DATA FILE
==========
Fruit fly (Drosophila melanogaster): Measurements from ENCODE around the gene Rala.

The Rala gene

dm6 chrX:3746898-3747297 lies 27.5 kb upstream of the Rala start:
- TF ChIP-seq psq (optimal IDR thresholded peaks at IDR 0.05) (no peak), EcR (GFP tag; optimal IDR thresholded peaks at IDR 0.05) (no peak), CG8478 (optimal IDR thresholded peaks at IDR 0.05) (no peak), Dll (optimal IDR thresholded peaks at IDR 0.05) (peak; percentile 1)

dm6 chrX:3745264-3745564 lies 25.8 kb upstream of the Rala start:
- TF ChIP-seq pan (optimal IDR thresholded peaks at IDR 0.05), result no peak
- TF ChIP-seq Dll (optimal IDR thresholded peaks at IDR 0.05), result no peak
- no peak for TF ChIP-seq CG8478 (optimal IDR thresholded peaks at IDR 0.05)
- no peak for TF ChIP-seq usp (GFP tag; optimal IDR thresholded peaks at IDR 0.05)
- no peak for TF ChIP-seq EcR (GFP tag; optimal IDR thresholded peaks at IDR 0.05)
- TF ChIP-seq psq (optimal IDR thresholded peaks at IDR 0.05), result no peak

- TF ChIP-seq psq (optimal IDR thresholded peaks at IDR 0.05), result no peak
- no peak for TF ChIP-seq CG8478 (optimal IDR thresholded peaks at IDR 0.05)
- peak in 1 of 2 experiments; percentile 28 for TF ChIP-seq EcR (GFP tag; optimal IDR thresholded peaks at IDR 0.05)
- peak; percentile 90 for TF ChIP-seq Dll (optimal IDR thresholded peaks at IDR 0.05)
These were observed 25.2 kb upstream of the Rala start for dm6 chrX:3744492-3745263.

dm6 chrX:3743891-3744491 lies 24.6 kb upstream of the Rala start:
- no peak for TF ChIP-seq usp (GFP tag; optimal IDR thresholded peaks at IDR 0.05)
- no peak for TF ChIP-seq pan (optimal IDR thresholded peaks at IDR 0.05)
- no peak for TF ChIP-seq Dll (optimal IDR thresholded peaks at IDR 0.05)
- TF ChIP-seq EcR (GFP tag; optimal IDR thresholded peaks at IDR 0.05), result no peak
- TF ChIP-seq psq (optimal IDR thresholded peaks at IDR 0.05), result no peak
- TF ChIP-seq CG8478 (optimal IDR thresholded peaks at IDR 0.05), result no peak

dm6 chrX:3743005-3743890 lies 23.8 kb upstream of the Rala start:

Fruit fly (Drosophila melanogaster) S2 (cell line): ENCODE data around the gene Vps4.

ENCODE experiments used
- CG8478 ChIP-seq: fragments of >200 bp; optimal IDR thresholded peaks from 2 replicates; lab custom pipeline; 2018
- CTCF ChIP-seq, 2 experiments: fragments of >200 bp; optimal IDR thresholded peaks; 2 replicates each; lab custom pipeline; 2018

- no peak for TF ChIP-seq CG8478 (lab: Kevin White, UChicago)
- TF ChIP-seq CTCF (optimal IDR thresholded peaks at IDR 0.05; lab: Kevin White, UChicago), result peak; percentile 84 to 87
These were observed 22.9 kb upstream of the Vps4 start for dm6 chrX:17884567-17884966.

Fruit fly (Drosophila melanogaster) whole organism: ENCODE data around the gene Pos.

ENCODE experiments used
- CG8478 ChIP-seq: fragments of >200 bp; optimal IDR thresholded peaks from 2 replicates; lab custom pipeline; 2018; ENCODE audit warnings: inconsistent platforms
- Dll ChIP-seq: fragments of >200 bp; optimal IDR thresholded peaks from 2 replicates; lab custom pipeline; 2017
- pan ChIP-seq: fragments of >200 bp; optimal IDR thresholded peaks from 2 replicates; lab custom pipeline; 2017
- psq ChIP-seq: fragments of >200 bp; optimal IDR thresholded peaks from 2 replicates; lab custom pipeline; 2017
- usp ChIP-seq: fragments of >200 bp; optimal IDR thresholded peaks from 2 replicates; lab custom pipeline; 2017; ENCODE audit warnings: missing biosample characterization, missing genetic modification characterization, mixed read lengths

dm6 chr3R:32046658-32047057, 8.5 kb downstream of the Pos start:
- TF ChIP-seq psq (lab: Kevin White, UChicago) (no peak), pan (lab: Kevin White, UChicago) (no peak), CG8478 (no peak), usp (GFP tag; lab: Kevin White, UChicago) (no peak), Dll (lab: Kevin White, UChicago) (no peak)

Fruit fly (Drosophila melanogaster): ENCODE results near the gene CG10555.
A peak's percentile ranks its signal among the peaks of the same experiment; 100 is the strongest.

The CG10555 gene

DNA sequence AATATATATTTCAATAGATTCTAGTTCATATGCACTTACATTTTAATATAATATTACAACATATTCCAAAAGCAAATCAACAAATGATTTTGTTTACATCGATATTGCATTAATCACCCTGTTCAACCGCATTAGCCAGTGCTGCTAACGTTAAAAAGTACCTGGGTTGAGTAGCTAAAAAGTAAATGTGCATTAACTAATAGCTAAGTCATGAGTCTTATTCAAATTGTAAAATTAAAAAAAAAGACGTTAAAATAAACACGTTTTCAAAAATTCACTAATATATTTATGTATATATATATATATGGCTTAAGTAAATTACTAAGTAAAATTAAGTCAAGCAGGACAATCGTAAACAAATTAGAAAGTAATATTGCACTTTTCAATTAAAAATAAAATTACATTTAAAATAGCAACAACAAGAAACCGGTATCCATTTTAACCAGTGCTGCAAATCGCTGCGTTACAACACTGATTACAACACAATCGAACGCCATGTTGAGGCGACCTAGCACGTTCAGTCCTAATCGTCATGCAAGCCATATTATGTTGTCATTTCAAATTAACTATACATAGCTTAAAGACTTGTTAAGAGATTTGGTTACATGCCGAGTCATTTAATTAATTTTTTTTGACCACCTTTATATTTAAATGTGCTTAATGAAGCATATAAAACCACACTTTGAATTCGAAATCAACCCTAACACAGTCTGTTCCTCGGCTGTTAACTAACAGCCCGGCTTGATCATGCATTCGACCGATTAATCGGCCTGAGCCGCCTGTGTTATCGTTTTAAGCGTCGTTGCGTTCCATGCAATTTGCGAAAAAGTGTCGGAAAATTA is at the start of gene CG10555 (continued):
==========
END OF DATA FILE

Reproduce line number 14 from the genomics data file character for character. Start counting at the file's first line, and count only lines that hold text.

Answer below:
- peak in 1 of 2 experiments; percentile 28 for TF ChIP-seq EcR (GFP tag; optimal IDR thresholded peaks at IDR 0.05)